One of the Lancasters piloted by Flight Lieutenant William Astell, was shot at north-west of Dorsten and crashed killing all 7 members of the crew.
The first wave arrived at the Möhne Dam shortly followed by the second. Guy Gibson (“G for George”) flew the first attack and the first ‘UPKEEP’ was dropped at 12.28am on 17 May. It exploded close to the dam and caused damage but didn’t breach it.
The Second attack was led by Flight Lieutenant Hopgood (“M for Mother”), the second ‘UPKEEP’ was dropped late, bouncing over the dam. The Lancaster was shot at and went down in flames.
Flight Lieutenant Martin (“P for Popsie”) flew the third attack with Guy Gibson flying alongside and drawing some fire away. Their ‘UPKEEP’ was deployed but failed to breach the dam also.
The fourth attack led by Squadron Leader Young (“A for Apple”) didn’t breach the dam, but most probably damaged the structure. And finally, Squadron Leader David Maltby (“J for Johnny”) breached the dam in the fifth attack, when this ‘UPKEEP’ was dropped as planned.
The remaining aircraft turned to Eder Dam which was just 60 miles away. The Eder Dam was breached on the third attempt by Pilot Officer Lesley Knight.
The second attack wave lost two of their aircraft on the way. They were damaged and returned to RAF Scampton. The remaining aircraft attacked the Sorpe Dam, caused some damage but 617 Squadron was not successful in breaching it.
Two out of five aircraft in the third attack wave crashed on their way and one was forced to return to base because of the technical issues. The two remaining aircraft deployed their mines, but no damage was done.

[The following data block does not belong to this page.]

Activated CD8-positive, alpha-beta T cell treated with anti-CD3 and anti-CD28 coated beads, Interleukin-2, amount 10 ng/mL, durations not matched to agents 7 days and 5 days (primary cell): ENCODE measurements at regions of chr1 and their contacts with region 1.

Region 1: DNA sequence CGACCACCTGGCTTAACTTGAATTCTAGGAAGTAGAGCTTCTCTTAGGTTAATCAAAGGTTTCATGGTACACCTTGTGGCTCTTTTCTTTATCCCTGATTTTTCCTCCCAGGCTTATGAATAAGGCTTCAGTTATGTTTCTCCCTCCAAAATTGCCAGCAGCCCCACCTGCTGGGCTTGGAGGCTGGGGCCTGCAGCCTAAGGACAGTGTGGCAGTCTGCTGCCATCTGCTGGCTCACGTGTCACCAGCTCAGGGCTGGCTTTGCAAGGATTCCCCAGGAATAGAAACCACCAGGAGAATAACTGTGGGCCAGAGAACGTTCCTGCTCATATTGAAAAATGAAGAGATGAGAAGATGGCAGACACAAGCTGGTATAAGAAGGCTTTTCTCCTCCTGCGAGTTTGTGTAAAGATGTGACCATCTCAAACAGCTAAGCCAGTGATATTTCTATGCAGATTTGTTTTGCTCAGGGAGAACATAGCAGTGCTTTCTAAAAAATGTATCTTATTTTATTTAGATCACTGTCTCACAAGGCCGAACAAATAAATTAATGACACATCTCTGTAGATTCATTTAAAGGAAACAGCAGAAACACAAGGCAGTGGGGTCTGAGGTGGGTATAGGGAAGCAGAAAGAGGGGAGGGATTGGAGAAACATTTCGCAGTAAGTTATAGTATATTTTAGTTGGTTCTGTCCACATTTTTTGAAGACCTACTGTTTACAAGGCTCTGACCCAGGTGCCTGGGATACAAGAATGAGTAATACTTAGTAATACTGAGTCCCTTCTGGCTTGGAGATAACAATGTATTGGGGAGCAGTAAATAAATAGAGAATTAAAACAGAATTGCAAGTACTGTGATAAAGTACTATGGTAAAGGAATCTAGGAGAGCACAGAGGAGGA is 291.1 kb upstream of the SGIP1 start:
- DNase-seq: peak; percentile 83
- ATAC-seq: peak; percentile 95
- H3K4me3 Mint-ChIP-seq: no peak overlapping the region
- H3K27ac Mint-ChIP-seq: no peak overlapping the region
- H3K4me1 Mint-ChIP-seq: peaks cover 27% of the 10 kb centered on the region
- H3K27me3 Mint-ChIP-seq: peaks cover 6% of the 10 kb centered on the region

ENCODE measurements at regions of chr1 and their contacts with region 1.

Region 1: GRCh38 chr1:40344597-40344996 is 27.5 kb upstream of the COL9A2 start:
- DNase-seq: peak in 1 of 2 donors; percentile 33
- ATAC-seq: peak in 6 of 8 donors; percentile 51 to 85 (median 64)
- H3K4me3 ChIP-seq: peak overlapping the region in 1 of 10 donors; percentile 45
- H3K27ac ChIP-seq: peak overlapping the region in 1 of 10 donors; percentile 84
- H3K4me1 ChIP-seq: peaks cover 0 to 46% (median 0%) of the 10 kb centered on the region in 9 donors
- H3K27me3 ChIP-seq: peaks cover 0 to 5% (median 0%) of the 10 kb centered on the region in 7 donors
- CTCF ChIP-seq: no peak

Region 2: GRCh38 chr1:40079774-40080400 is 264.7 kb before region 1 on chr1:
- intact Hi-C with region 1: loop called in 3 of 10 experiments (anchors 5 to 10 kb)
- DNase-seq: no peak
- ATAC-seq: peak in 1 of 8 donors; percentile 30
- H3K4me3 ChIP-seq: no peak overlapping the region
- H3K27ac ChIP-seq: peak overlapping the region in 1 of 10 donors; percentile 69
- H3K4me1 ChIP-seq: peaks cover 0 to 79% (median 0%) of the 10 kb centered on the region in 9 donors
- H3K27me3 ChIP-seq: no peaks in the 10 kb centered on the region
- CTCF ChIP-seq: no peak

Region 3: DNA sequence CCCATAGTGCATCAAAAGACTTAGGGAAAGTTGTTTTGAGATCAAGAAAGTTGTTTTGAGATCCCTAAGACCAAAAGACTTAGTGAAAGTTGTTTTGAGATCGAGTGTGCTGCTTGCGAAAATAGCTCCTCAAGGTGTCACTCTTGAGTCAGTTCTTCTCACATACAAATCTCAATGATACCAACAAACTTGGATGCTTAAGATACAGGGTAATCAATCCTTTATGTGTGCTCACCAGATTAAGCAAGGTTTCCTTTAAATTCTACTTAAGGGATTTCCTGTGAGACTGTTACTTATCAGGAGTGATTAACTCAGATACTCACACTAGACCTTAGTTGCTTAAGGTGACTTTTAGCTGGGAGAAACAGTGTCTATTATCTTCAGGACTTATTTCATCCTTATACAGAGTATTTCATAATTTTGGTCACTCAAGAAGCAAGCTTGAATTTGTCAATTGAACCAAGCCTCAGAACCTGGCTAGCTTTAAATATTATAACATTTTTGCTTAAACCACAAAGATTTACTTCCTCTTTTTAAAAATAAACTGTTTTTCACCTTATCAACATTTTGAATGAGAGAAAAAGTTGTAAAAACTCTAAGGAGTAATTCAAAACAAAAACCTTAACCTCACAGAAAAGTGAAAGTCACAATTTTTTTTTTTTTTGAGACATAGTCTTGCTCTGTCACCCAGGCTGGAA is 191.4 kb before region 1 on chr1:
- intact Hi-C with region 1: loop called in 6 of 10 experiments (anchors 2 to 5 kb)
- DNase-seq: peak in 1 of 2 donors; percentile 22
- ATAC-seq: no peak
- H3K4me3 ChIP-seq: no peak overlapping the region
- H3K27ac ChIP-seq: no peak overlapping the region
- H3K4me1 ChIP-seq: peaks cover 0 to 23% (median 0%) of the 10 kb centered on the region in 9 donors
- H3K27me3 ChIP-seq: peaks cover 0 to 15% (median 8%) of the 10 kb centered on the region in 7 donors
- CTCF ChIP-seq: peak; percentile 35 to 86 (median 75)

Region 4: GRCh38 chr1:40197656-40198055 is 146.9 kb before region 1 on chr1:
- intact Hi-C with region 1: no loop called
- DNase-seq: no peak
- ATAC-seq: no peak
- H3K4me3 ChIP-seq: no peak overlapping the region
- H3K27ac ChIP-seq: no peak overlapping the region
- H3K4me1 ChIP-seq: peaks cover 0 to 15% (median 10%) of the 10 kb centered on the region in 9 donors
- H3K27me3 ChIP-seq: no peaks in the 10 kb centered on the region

The breach of Möhne Dam resulted in a 20 mile flood and 1,200 people German, military, and European prisoners of war, died. The breach of the Eder Dam caused a 30-foot tidal wave, which swept away power stations and pumping stations. Water supplies and transport were severely effected by flooding but the results were not as disruptive as the Air Ministry had hoped. However, it was a successful strike seen as ‘the greatest and the most far-reaching destruction yet wreaked on Germany in a single night’.
Next morning the newspapers published the dramatic images of the breached dams, praising the fearless pilots. 34 survivors were decorated and Guy Gibson was awarded with Victoria Cross. 617 Squadron was established as the ‘Special Operation’ Squadron and took as its motto the phrase : “après moi le deluge” (After me the flood).
The legendary Dams Raid, the impossible mission which was achieved due to unprecedented courage and sacrifice, was immortalised by much-loved movie The Dam Busters starring Michael Redgrave as Dr. Barnes Wallis and Richard Todd as Wing Commander Guy Gibson. The film was a major success and featured the enormously popular and powerful Dambusters March.
This week to commemorate the 75th anniversary of the Dambusters the RAF Museum will host a very special outdoor film screening of this very film provided by The Luna Cinema at our London site.
The screening will be the culmination of a week of events celebrating the Dams Raid including talks and lectures sharing the Dambusters legacy, family workshops on dams’ building, plus the rare opportunity to marvel at the flypast of the amazing Dambusters’ aircraft, the Avro Lancaster as it passes over the Museum. Details of these events can be found at www.rafmuseum.org/whatson
In the meantime, we look forward to welcoming you to our London site this weekend as we celebrate and commemorate one the most epic aerial campaigns of the Second World War and of RAF history.